Resident doctors and health workers in Nigeria will get their salaries for the month of September and October 2021.
This is after President Muhammadu Buhari directed the Federal Ministry of Finance to release their withheld salaries.
The Minister of Labour, Dr Chris Ngige, disclosed this to State House correspondents after a meeting with the President before his trip to Istanbul.
Ngige explained that the wages seized on the premise of the no-work, no pay-rule following strikes embarked upon by the Joint Health Workers Union had been approved by the President to be released to the health workers on compassionate grounds.
According to the Minister, “The President graciously approved that we pay back some funds, some wages, which we did not pay health workers.
“First, section 43 of the Trade Disputes Act says that when a worker goes on strike, especially those on essential services, the employer can also refuse to pay. That is what they call it the ‘No work, no pay rule’.
“But these health sector workers, doctors, pharmacists, nurses and members of JOHESU are trying to make sure that we create an equitable environment for them to function.
“As a first step, Mr President last week directed the Minister of Finance to release the funds of the resident doctors for September and October 2021, which was seized in conformity with the law.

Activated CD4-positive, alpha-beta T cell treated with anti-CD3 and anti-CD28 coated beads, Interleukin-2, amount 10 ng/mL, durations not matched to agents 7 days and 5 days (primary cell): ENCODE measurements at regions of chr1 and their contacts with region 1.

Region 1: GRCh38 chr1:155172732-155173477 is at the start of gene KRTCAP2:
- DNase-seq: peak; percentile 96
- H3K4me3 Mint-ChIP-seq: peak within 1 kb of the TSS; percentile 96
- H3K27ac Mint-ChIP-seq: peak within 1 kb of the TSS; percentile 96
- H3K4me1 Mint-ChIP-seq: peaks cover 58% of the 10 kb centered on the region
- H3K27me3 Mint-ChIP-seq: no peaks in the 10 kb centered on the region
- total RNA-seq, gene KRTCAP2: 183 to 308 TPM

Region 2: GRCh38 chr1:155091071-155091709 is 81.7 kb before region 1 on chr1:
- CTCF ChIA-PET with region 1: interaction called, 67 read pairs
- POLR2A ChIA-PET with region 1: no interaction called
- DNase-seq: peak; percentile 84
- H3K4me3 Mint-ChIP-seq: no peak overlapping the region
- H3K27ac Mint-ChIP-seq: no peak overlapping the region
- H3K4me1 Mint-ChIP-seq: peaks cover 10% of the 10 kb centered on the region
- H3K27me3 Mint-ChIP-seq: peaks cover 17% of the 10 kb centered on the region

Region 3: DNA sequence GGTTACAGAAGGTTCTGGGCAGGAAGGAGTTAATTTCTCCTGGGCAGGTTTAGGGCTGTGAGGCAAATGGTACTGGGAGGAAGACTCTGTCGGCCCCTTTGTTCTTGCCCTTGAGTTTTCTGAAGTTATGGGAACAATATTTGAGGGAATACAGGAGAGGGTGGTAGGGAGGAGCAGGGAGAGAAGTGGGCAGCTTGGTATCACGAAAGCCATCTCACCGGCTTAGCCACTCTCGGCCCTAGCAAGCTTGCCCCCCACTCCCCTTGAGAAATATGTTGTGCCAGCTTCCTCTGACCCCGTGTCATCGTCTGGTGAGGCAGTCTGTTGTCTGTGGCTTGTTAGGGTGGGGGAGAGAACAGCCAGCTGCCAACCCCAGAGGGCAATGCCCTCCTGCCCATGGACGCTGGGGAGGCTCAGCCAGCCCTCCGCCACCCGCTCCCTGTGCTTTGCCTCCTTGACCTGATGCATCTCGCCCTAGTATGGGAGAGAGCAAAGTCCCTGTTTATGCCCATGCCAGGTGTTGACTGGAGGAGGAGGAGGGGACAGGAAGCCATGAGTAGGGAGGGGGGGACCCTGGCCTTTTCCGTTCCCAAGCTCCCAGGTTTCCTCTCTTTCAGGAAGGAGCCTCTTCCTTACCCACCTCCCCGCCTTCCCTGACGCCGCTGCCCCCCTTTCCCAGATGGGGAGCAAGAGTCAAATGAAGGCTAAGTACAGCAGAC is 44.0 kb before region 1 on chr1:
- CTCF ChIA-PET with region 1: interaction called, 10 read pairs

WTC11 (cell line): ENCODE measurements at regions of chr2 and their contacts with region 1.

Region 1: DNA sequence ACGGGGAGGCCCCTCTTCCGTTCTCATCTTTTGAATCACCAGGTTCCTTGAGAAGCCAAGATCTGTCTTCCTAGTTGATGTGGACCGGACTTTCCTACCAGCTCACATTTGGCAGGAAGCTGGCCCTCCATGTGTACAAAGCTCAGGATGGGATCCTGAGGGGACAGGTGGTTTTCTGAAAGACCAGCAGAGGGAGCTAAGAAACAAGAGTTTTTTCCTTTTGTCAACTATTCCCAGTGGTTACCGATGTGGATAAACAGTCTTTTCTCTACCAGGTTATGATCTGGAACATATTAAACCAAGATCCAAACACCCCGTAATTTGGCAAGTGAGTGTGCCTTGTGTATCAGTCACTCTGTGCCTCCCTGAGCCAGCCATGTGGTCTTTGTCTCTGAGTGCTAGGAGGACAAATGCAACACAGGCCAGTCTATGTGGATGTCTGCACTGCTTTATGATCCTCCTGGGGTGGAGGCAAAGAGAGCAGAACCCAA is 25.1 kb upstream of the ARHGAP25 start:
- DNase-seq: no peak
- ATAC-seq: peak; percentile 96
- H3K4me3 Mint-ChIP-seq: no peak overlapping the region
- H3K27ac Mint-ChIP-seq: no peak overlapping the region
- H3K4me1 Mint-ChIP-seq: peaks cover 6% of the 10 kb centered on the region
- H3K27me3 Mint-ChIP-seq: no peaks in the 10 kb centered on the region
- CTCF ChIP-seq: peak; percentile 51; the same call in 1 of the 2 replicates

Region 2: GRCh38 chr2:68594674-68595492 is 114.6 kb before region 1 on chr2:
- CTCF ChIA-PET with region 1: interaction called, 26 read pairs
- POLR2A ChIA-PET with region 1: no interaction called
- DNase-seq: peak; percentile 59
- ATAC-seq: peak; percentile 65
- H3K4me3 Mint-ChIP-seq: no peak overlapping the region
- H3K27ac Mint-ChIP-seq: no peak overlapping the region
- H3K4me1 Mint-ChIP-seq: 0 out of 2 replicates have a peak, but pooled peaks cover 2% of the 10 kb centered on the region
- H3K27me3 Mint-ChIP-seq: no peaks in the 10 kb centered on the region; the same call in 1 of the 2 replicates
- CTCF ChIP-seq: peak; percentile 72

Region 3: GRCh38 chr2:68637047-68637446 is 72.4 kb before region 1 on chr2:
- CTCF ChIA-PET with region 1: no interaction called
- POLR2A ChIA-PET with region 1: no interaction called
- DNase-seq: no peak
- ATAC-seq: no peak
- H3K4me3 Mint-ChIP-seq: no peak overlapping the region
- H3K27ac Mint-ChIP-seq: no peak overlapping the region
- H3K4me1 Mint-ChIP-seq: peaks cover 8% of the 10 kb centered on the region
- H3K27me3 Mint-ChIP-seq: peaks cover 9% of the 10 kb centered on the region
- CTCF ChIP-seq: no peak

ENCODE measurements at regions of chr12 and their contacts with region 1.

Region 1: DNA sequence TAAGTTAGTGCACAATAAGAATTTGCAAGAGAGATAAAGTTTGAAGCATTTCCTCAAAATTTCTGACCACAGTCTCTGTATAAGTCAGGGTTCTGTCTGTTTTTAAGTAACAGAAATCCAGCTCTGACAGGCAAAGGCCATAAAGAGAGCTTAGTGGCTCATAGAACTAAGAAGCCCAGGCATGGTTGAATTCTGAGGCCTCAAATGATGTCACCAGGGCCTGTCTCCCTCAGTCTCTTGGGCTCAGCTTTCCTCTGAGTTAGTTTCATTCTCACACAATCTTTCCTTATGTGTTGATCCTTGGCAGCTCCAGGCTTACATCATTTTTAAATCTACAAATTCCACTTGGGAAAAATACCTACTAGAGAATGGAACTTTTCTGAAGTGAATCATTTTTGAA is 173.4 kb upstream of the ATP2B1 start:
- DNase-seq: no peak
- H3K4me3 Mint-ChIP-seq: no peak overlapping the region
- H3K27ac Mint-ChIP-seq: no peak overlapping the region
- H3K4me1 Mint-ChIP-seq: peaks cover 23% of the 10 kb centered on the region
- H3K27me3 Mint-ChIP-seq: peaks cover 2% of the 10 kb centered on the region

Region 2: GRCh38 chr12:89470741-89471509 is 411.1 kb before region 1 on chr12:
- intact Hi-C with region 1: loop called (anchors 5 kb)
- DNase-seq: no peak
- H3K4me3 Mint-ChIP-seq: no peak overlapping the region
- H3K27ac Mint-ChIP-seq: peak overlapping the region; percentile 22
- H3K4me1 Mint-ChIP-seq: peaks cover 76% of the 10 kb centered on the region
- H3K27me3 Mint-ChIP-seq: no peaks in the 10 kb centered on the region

“In the same vein, the approval also covers members of the JOHESU who went on strike in 2018 for three months.
“After the first month, after March, when they couldn’t come back, we asked that their pay be suspended. This is in tandem with the ILO principles at work.
“You have a right to strike, but the employer has a right to stop your remuneration and, if possible, use it to keep his enterprise going by taking new hands, where possible, especially in essential services.
“So, that same money for 2018 April and May, Mr President has again approved that the Finance Minister pays them on compassionate grounds.
“This is predicated on the grounds that this group of workers have been showing a lot of dedication and concern to the COVID-19 pandemic and that their Hazard Allowance for 2021 had remained what it was before.”